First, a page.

Suicide Prevention Month

suicide prevention month

September is Suicide Prevention Month and we at Foundations Family Therapy want to be part of the solution to end the stigma of suicidal thoughts and help everyone know the signs that someone you love could be experiencing suicidal thoughts.

The first thing to note is there are different tiers of suicidal behavior. The first is suicidal ideation. This can range from thoughts of “I don’t want to do anything” to “hurt or kill myself” but sometimes “I wish I could just not wake up” to contemplating suicide on a regular basis.

The next step is suicidal plans. This could be someone who has moved from the desire to be dead into making a plan of how they would kill themselves.

Lastly, suicide attempts are the last stage of suicidal behavior. This is someone who has moved from thinking, to planning, to taking action and is the most serious.

Many people who experience suicidal thoughts have some common signs. These include talking about death or suicide, feelings of hopelessness, withdrawing from friends and family, verbalizing that they are a burden to others, losing interest in activities they used to enjoy, extreme mood swings, giving away possessions, or saying goodbye to people they care about.

Don’t be afraid to ask your child or someone you care about if they are experiencing suicidal thoughts. You are not going to “give them the idea” if they are already having these thoughts. Many times, people want someone to ask and acknowledge how they are feeling and will tell you honestly.

If you or someone you love is experiencing suicidal thoughts, don’t wait, act. If they verbalize a suicide plan or have attempted suicide, please call 911 immediately or take them to your local hospital.

If they are voicing suicidal ideation without plans or means, please reach out to a licensed mental health provider about getting them help or reach out to their doctor immediately. You are not alone and there is help available.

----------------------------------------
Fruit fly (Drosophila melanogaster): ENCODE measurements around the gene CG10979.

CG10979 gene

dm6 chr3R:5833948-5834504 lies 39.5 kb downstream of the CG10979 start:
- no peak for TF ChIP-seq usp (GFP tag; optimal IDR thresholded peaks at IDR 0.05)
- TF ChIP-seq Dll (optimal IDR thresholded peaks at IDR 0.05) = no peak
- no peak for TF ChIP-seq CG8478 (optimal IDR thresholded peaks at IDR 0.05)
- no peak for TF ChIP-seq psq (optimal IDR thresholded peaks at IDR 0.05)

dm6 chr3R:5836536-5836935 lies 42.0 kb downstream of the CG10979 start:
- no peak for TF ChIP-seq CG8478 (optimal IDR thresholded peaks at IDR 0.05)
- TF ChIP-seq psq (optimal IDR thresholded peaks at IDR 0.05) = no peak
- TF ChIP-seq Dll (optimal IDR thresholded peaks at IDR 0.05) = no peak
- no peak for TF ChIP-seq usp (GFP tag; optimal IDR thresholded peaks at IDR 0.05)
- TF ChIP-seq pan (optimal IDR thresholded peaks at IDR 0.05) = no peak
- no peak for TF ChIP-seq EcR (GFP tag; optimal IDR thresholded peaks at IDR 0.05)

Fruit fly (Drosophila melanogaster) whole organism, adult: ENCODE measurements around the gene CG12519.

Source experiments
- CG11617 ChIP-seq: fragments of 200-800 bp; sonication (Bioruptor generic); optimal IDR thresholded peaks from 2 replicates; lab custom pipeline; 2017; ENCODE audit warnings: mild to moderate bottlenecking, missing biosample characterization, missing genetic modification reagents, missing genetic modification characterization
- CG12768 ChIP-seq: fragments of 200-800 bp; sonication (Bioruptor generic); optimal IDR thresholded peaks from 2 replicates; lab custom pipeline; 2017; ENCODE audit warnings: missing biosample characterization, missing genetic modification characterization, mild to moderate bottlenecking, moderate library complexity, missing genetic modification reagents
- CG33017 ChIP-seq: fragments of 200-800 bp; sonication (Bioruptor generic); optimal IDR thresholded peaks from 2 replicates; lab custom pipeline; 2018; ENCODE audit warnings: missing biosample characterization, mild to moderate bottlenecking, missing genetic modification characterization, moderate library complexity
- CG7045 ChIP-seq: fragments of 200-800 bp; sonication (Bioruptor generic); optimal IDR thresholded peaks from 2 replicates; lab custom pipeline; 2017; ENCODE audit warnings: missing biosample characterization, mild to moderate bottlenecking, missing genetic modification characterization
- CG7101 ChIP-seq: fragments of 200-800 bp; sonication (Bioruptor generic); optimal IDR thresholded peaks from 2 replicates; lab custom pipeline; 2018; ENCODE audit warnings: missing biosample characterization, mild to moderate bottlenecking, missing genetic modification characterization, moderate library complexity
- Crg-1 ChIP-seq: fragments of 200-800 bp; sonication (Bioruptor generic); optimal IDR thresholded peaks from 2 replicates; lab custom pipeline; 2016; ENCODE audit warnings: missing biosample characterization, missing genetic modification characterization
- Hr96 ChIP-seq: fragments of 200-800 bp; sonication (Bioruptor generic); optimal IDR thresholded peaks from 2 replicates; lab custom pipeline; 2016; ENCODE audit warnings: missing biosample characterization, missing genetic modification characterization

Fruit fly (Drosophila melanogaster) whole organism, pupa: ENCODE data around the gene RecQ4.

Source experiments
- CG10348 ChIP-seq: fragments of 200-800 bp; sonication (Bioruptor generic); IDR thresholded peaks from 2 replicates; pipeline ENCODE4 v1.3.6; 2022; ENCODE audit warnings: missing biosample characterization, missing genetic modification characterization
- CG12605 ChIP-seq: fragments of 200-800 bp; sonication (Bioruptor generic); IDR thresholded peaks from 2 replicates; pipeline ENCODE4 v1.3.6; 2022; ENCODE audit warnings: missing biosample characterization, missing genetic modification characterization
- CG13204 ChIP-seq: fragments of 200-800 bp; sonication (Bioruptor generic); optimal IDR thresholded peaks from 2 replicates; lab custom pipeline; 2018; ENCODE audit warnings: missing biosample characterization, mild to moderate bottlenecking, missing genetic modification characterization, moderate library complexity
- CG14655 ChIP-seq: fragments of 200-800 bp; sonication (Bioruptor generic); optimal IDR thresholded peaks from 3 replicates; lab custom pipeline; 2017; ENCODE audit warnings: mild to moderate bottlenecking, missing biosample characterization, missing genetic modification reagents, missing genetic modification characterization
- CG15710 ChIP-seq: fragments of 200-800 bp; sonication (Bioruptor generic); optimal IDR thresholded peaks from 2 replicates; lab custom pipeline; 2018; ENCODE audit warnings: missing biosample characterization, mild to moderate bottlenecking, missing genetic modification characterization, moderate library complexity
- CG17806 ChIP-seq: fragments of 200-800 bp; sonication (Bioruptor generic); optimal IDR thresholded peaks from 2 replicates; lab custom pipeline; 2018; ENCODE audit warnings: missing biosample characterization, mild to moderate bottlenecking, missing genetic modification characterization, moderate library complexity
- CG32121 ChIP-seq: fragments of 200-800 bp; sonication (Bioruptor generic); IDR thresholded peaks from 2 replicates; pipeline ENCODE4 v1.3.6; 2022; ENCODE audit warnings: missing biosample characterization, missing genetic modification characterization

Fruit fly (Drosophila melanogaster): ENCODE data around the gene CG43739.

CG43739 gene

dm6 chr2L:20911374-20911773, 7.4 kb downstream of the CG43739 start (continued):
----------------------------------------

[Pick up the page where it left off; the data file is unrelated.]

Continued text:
*The National Suicide Prevention Lifeline 1-800-273-TALK (8255)*

Elizabeth Edwards, LMFT

What Is Faith-Based Therapy?

Unlike traditional forms of therapy, faith-based counselors combine theology and spirituality with modern behavior science. Faith-based counselors help people with the same problems as do traditional counselors like anxiety, depression, and relationship problems. This unique approach to therapy is perfect for someone who relies on faith as a pillar of their wellbeing. Faith, religion and spirituality are complex in nature.

One of the goals of faith-based therapy is to integrate one’s faith into their treatment. The foundation of this type of therapy is built on respect and support.

Remember, it’s common to feel alone in your struggles, to have doubts, and questions. It can be hard to reconcile thoughts, behaviors and choices with faith beliefs. You might be troubled by tough times in life and start to question elements of your faith.

No matter what you are facing, we’re here to walk with you on the journey of faith and healing.

As with many of our services at Foundations Family Therapy, we treat our faith-based patients with a holistic approach. It’s a way for faith and modern science to combine and treat the person as a whole.

Our faith-based counselors are committed to respect and understanding no matter what your beliefs. Your faith and faith resources are an important part of your life even during times of struggle. We can help you navigate the journey in the context of your faith by developing a deeper understanding of grace and healing.

Mental Health and Substance Use

Substance abuse, drug overdoses and celebrity suicides seem to be common news headlines these days. It’s so heartbreaking reading about these tragedies knowing that help, hope and healing exist. Perhaps there is some light that comes from such darkness. These tragedies help put the spotlight on mental health, substance abuse and the stigma associated with getting help.

The relationship between mental illness and substance abuse is very strong. In fact, The Substance Abuse and Mental Health Administration (SAMHSA) reported that, of these people struggling with dual disorders, the majority—55.8%— don’t receive any treatment for either disorder. A mere 7.4% get treatment for both issues. It’s time to end the stigma surrounding mental illness.

Self medicating with drugs and alcohol can lead to further depression, anxiety, and paranoia amongst other conditions. People who have high risk factors like genetics and childhood trauma are sometimes pushed into substance abuse to no fault of their own.

The vicious cycle of addiction, abuse, and self-medication will lead to a downward spiral that often effects all aspects of one’s life. At Foundations Family Therapy, we can help you or a loved one learn to gain freedom from your struggles. Our hope-focused therapists are here to help walk with you in a judgement-free, healing environment. Shannon Haney-Jenkins works with adults, couples and families who are struggling with substance use, medical diagnosis or past trauma.

If you struggle with alcohol or other substances, and it’s interfering with your life, call us. We’re here for you!